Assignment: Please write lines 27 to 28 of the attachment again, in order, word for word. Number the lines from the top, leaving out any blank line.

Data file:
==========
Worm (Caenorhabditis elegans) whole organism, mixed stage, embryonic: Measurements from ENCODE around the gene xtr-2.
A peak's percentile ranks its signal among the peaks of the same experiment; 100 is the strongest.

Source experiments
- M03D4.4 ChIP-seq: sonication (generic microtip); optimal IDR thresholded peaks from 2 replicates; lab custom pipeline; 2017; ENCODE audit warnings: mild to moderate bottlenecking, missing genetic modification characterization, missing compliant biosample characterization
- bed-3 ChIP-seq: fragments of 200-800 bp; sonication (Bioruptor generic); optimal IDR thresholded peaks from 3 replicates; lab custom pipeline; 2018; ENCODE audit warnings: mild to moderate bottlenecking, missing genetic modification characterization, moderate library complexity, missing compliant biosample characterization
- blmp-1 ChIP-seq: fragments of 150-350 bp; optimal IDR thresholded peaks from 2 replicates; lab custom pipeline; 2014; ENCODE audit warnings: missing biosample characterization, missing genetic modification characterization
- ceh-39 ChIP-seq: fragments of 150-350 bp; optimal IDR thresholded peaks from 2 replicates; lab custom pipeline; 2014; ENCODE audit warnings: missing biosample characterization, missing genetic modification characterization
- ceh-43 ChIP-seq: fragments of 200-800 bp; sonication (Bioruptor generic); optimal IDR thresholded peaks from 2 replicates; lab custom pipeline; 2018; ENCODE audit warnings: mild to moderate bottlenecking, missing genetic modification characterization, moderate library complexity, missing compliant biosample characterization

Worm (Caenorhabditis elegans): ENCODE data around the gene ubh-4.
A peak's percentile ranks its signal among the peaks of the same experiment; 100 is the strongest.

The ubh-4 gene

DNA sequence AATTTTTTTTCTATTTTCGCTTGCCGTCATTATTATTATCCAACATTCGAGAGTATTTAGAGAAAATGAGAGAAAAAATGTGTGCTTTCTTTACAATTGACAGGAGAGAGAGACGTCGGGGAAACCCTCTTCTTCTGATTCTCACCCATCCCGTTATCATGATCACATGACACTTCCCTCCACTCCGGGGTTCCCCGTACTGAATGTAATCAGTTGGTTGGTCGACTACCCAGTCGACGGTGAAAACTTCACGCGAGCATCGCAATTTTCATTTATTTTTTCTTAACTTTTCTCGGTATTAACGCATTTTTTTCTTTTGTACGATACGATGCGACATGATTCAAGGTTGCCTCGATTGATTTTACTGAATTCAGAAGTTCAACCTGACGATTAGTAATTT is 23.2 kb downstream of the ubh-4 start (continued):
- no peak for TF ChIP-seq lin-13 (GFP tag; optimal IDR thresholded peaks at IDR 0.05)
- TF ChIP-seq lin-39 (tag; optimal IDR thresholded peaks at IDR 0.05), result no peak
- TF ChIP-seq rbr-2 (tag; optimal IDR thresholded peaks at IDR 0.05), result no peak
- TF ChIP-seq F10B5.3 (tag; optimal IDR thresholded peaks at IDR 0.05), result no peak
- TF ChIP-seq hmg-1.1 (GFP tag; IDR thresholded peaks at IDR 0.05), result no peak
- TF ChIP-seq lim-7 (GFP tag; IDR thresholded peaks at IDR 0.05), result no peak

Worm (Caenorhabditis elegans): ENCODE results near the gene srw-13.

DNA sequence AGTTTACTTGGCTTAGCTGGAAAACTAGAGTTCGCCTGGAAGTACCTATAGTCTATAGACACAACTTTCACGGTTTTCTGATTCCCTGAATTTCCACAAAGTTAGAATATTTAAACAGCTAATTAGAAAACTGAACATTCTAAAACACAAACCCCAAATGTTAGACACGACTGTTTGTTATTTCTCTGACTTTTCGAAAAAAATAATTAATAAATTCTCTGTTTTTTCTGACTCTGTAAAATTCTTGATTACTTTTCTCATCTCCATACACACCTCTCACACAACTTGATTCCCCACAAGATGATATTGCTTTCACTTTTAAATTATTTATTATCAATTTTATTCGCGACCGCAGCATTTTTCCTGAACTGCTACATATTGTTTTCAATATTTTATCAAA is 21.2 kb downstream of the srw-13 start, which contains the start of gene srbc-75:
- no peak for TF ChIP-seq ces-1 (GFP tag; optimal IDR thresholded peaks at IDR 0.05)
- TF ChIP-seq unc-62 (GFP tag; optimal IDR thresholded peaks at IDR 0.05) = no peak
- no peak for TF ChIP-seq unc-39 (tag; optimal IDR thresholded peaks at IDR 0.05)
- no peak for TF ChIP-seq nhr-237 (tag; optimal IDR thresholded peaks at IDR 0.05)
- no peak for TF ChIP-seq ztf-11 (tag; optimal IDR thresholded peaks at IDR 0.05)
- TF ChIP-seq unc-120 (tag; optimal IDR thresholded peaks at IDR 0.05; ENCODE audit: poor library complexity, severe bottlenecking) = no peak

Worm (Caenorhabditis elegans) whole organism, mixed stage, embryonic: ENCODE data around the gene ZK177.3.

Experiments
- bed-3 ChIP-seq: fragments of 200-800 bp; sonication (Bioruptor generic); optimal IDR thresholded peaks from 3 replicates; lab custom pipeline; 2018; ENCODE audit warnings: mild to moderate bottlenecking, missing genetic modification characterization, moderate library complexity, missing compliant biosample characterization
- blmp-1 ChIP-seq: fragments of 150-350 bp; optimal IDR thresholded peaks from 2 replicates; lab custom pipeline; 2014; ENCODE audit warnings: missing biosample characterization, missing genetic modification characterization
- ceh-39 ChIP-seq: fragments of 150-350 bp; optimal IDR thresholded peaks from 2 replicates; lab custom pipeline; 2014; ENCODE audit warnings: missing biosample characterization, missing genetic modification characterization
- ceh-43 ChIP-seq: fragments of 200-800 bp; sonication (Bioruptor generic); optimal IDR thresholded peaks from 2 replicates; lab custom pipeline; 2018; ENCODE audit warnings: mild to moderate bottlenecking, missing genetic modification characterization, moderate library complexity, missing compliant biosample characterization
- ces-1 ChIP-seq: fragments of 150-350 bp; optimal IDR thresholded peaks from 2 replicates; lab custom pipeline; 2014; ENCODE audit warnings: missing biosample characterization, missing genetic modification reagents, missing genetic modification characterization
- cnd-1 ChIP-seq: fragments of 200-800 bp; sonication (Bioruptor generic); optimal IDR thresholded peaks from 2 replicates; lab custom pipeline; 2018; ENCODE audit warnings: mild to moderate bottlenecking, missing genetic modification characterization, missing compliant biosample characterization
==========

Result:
Worm (Caenorhabditis elegans) whole organism, mixed stage, embryonic: ENCODE data around the gene ZK177.3.

Experiments